The government’s highest advisory body, the Council of State, has thrown its weight behind criticism of plans to begin trials of regulated marijuana production.
The organisation says the experiment should be bigger than the government has determined, a criticism made last month by a panel of experts set up to develop the proposals.
The Council of State, which points out the experiment conflicts with European law and United Nations’ treaties, states that the trial must be ‘useful, believable and scientific’ to have any merit.
But the experiment as now planned – with just six to 10 councils taking part over a four year period – will not be big enough to allow useful conclusions to be drawn, the council said.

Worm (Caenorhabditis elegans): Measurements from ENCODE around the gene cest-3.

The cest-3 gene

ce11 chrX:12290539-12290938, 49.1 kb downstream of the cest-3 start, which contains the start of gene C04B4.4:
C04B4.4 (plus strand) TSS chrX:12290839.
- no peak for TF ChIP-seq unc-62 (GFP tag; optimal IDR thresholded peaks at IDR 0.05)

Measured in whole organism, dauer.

In June, the commission working out the practicalities said the government’s plan is not wide enough to be properly representative and to allow methodological analysis.
The experiment with regulated growing is supposed to remove the gray area between the sale of marijuana in council-licenced coffee shops and the illegal cultivation and supply.
However, justice minister Ferdinand Grapperhaus and health minister Bruno Bruins, who are in charge of the project, have rejected the criticism.
‘The cabinet believes that it is feasible to carry out a useful and scientifically relevant experiment within the current legislative proposals,’ the ministers said.
The draft legislation is due to be debated in parliament this autumn.
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